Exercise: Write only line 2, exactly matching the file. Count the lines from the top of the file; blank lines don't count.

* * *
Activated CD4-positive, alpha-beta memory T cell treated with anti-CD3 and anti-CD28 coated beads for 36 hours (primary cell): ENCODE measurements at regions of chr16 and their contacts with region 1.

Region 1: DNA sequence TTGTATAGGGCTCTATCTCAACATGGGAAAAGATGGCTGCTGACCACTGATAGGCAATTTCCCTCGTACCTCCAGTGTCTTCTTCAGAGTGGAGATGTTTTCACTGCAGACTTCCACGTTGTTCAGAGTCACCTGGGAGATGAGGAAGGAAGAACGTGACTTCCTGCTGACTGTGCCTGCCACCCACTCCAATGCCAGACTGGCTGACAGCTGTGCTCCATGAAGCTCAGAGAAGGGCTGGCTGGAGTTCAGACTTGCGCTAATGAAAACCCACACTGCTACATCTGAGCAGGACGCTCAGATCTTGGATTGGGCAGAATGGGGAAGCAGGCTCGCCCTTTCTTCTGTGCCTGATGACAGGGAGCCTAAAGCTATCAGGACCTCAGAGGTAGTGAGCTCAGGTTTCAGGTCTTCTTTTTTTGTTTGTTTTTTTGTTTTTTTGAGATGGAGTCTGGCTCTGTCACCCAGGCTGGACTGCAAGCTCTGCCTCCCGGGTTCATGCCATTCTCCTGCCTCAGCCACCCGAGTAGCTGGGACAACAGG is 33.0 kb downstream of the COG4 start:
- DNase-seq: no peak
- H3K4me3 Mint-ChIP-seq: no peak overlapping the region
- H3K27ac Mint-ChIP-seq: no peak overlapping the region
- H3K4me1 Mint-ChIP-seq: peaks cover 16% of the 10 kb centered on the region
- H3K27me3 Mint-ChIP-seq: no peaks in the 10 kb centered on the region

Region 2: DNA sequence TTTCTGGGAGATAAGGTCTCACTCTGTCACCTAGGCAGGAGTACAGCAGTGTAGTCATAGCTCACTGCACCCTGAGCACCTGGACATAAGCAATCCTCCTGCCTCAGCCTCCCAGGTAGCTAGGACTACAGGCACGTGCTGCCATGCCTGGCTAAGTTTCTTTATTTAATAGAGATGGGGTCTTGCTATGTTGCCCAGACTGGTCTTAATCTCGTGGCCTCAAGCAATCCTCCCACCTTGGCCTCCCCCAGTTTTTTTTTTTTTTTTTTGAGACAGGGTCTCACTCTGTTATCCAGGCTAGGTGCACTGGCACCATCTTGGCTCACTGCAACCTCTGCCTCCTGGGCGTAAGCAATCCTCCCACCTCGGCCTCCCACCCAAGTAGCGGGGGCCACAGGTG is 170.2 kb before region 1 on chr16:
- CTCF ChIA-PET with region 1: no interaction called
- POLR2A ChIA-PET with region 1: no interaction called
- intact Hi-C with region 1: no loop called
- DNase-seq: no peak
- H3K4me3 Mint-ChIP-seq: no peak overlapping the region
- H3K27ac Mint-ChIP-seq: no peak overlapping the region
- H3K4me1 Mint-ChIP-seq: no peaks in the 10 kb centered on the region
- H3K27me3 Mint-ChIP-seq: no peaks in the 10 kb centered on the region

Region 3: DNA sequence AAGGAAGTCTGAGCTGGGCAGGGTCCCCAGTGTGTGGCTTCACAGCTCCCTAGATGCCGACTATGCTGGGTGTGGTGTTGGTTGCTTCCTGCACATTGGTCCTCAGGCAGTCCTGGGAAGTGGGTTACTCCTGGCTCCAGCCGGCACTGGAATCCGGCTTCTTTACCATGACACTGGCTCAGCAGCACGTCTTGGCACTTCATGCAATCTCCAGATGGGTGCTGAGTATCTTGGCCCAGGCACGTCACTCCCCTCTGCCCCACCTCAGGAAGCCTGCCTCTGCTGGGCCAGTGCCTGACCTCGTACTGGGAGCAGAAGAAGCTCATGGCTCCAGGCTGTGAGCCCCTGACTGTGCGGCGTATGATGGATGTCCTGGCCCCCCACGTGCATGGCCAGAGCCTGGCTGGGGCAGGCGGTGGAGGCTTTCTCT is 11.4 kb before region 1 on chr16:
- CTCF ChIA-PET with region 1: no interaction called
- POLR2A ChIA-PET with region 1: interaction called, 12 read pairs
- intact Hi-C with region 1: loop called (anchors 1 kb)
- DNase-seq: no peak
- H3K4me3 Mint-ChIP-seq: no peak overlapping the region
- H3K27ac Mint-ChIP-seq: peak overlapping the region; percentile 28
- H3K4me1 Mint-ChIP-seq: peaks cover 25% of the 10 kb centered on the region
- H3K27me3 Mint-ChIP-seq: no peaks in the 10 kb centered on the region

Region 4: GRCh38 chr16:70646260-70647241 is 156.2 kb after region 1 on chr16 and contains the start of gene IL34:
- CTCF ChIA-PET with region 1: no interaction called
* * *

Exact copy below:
Region 1: DNA sequence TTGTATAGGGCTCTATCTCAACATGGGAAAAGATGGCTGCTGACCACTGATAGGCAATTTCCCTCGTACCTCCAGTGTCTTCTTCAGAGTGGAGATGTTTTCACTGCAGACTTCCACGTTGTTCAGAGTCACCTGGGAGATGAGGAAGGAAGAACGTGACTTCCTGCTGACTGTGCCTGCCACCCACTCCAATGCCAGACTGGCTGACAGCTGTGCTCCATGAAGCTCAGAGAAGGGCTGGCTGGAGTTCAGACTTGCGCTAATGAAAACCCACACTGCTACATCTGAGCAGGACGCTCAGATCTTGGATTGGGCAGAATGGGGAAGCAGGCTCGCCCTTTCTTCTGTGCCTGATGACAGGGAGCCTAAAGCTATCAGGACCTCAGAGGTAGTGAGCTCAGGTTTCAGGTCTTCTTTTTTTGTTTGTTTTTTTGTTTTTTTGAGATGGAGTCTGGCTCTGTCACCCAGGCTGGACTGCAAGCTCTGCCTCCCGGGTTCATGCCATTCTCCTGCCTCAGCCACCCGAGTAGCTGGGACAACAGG is 33.0 kb downstream of the COG4 start: